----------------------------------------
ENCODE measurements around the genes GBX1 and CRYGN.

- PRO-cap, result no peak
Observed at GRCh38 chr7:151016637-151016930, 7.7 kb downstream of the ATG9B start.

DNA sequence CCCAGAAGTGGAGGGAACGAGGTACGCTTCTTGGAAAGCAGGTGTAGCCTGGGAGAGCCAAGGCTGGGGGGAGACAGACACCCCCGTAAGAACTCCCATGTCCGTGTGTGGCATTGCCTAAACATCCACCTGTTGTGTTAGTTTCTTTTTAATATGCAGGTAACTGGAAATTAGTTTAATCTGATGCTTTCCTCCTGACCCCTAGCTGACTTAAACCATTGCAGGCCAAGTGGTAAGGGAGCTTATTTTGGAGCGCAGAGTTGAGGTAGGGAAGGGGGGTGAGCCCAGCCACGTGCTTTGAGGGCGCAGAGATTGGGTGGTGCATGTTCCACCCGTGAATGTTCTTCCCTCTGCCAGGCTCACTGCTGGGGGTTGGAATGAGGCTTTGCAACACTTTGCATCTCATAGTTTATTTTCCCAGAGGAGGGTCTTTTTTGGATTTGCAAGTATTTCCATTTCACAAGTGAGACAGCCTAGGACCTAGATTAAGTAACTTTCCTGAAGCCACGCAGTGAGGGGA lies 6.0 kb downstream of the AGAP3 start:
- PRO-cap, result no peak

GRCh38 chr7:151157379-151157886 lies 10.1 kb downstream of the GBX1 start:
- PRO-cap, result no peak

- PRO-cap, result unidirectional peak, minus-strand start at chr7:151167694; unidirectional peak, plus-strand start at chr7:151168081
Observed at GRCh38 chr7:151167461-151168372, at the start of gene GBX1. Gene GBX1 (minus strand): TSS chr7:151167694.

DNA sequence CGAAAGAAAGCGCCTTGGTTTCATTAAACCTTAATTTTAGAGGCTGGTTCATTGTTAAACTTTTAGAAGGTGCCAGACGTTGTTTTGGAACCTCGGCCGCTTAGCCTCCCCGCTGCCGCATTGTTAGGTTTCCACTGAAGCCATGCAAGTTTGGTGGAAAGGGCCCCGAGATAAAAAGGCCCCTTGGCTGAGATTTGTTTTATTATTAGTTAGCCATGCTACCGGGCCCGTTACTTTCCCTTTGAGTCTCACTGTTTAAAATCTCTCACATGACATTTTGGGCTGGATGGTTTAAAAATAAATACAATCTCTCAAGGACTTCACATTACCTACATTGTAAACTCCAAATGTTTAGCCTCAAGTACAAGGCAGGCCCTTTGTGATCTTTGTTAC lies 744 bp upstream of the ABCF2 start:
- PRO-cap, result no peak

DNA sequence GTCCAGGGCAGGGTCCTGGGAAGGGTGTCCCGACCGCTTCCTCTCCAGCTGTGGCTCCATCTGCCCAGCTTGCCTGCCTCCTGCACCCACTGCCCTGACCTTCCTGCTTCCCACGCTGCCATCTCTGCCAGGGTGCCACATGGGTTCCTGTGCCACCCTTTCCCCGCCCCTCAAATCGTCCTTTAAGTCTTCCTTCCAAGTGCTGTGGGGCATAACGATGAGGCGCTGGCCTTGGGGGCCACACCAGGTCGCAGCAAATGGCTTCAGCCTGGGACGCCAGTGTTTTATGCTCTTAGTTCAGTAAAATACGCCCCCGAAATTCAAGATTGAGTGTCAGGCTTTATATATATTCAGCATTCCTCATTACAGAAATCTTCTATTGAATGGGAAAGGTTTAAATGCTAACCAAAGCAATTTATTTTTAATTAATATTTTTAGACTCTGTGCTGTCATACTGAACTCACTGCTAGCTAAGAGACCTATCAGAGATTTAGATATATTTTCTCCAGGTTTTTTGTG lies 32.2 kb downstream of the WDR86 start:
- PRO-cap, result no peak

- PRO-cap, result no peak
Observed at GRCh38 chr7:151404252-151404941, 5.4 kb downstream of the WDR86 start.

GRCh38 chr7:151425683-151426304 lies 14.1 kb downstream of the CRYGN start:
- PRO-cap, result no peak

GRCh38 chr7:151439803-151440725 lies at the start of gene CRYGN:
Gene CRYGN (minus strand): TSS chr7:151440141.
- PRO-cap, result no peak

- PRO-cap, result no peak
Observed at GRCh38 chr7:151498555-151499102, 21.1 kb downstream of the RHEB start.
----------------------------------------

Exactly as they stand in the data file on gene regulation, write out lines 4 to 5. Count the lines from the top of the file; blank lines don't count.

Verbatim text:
DNA sequence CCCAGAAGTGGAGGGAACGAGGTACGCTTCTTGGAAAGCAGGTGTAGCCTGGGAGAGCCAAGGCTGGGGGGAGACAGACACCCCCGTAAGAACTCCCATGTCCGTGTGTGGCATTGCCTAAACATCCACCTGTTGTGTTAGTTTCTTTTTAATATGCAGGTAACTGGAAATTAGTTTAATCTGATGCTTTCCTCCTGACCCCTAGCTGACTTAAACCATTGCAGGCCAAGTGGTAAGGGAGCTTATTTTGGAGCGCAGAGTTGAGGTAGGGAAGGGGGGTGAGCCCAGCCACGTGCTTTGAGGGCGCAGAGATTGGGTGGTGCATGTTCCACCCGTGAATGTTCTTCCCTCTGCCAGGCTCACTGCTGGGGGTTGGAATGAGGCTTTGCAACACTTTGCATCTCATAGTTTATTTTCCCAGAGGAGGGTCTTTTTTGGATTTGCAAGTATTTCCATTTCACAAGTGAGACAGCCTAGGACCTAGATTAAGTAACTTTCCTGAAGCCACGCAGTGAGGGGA lies 6.0 kb downstream of the AGAP3 start:
- PRO-cap, result no peak